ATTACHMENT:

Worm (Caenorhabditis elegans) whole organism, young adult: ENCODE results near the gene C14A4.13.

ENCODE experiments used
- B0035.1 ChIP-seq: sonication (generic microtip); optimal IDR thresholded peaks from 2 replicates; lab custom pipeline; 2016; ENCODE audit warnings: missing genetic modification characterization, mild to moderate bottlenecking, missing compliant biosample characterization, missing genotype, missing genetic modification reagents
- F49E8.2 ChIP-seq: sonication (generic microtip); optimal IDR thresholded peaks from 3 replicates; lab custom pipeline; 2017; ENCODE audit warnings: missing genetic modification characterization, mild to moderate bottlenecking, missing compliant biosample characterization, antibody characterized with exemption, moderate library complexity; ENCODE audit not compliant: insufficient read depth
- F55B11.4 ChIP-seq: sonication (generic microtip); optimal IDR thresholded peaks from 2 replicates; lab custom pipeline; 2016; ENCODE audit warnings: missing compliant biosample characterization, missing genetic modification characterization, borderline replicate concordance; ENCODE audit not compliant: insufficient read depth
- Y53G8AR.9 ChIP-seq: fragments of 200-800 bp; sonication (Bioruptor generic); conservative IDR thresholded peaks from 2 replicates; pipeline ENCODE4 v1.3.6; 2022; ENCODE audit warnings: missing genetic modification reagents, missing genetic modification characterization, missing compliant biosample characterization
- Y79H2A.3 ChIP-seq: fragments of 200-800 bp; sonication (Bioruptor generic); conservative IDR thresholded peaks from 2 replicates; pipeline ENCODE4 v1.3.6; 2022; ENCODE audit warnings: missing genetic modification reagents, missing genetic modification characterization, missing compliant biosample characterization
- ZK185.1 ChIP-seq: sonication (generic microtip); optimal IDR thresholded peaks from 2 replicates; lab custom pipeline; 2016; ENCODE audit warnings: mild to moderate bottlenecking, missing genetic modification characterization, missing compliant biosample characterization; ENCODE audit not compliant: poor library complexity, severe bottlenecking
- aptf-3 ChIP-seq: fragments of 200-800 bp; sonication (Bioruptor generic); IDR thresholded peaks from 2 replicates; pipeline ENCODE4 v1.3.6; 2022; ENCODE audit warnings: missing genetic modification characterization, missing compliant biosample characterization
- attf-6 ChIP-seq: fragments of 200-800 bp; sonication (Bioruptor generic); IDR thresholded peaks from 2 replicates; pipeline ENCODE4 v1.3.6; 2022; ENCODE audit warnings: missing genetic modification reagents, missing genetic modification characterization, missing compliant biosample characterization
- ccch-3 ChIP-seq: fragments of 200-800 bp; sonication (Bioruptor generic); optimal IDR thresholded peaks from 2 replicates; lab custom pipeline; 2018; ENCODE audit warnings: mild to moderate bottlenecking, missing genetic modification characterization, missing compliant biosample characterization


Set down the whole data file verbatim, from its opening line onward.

Worm (Caenorhabditis elegans) whole organism, young adult: ENCODE results near the gene C14A4.13.

ENCODE experiments used
- B0035.1 ChIP-seq: sonication (generic microtip); optimal IDR thresholded peaks from 2 replicates; lab custom pipeline; 2016; ENCODE audit warnings: missing genetic modification characterization, mild to moderate bottlenecking, missing compliant biosample characterization, missing genotype, missing genetic modification reagents
- F49E8.2 ChIP-seq: sonication (generic microtip); optimal IDR thresholded peaks from 3 replicates; lab custom pipeline; 2017; ENCODE audit warnings: missing genetic modification characterization, mild to moderate bottlenecking, missing compliant biosample characterization, antibody characterized with exemption, moderate library complexity; ENCODE audit not compliant: insufficient read depth
- F55B11.4 ChIP-seq: sonication (generic microtip); optimal IDR thresholded peaks from 2 replicates; lab custom pipeline; 2016; ENCODE audit warnings: missing compliant biosample characterization, missing genetic modification characterization, borderline replicate concordance; ENCODE audit not compliant: insufficient read depth
- Y53G8AR.9 ChIP-seq: fragments of 200-800 bp; sonication (Bioruptor generic); conservative IDR thresholded peaks from 2 replicates; pipeline ENCODE4 v1.3.6; 2022; ENCODE audit warnings: missing genetic modification reagents, missing genetic modification characterization, missing compliant biosample characterization
- Y79H2A.3 ChIP-seq: fragments of 200-800 bp; sonication (Bioruptor generic); conservative IDR thresholded peaks from 2 replicates; pipeline ENCODE4 v1.3.6; 2022; ENCODE audit warnings: missing genetic modification reagents, missing genetic modification characterization, missing compliant biosample characterization
- ZK185.1 ChIP-seq: sonication (generic microtip); optimal IDR thresholded peaks from 2 replicates; lab custom pipeline; 2016; ENCODE audit warnings: mild to moderate bottlenecking, missing genetic modification characterization, missing compliant biosample characterization; ENCODE audit not compliant: poor library complexity, severe bottlenecking
- aptf-3 ChIP-seq: fragments of 200-800 bp; sonication (Bioruptor generic); IDR thresholded peaks from 2 replicates; pipeline ENCODE4 v1.3.6; 2022; ENCODE audit warnings: missing genetic modification characterization, missing compliant biosample characterization
- attf-6 ChIP-seq: fragments of 200-800 bp; sonication (Bioruptor generic); IDR thresholded peaks from 2 replicates; pipeline ENCODE4 v1.3.6; 2022; ENCODE audit warnings: missing genetic modification reagents, missing genetic modification characterization, missing compliant biosample characterization
- ccch-3 ChIP-seq: fragments of 200-800 bp; sonication (Bioruptor generic); optimal IDR thresholded peaks from 2 replicates; lab custom pipeline; 2018; ENCODE audit warnings: mild to moderate bottlenecking, missing genetic modification characterization, missing compliant biosample characterization